The City of Minneapolis caused George Floyd's death by allowing officers to operate under a lie -- that neck restraints are not fatal -- so says the Floyd family in a new civil lawsuit.
Famed civil rights lawyer Ben Crump just unveiled the lawsuit, and the stakes are enormous. The family is suing the 4 officers who are now criminally charged with Floyd's death.
The reality is this ... the officers don't have the kind of money that typically makes a civil lawsuit worthwhile. Enter the City of Minneapolis, which actually has limited immunity in these cases, meaning it can't be sued UNLESS it's approved the policy either explicitly or by way of custom.
Crump says in the lawsuit ... the City long trained its officers to use neck restraints, claiming they were an "authorized form of non-deadly force."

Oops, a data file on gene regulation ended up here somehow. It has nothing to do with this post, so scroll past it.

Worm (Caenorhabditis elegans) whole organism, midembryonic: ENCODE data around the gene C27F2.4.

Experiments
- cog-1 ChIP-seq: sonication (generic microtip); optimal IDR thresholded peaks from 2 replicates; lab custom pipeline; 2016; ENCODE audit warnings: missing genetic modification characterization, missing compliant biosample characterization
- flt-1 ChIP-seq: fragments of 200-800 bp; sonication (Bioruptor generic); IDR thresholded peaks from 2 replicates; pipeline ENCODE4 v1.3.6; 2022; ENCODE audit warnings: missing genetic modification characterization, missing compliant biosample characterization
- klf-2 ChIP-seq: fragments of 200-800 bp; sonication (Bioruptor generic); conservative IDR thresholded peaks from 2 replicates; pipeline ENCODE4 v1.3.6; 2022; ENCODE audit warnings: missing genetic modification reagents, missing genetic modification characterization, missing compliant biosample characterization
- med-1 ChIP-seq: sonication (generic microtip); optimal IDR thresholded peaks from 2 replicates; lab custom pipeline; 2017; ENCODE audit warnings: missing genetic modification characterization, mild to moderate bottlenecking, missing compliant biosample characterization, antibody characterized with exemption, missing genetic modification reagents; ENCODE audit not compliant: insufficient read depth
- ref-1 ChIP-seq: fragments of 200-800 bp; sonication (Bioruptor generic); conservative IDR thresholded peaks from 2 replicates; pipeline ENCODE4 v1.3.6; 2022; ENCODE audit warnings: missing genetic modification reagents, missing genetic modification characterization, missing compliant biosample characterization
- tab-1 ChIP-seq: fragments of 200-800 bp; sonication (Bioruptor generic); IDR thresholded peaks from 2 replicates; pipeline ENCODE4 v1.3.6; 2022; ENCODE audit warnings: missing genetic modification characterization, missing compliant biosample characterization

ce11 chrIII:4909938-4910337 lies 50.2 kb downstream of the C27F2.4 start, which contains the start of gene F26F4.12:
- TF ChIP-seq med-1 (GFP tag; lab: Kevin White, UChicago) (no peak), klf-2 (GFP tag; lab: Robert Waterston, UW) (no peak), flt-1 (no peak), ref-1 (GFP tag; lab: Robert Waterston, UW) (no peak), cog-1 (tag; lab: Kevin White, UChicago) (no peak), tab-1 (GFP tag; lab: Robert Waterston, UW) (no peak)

The fact is this ... it's simply not true that it's non-deadly force, and the City would have to be blind not to know that. Fact is ... the technique has been used since 2012 on 428 people nationwide, and 14% lost consciousness. And, if City officials turned on the news, they'd know some of these cases were fatalities. So ... it IS lethal force.
The suit also slams the City for poor training and discipline. As you know, Derek Chauvin had 17 citizen complaints, yet there's no evidence the Internal Affairs Dept. of the P.D. ever connected the dots as they investigated all of them.
And, one more thing ... the suit claims that probationary officers like Thomas Lane and J. Alexander Kueng were NOT allowed to question their supervisor. That works against the City, but it's the argument the 2 rookie cops are making in the criminal case.
The civil lawsuit does not specify the amount of damages the family is seeking.
Chauvin, who is still in jail, has been charged with 2nd-degree murder and 2nd-degree manslaughter.
The other three former police officers charged in Floyd's alleged murder -- J. Alexander Kueng, Thomas K. Lane and Tou Thao --are each charged with 2 counts -- one for aiding and abetting 2nd-degree murder and one for aiding and abetting 2nd-degree manslaughter.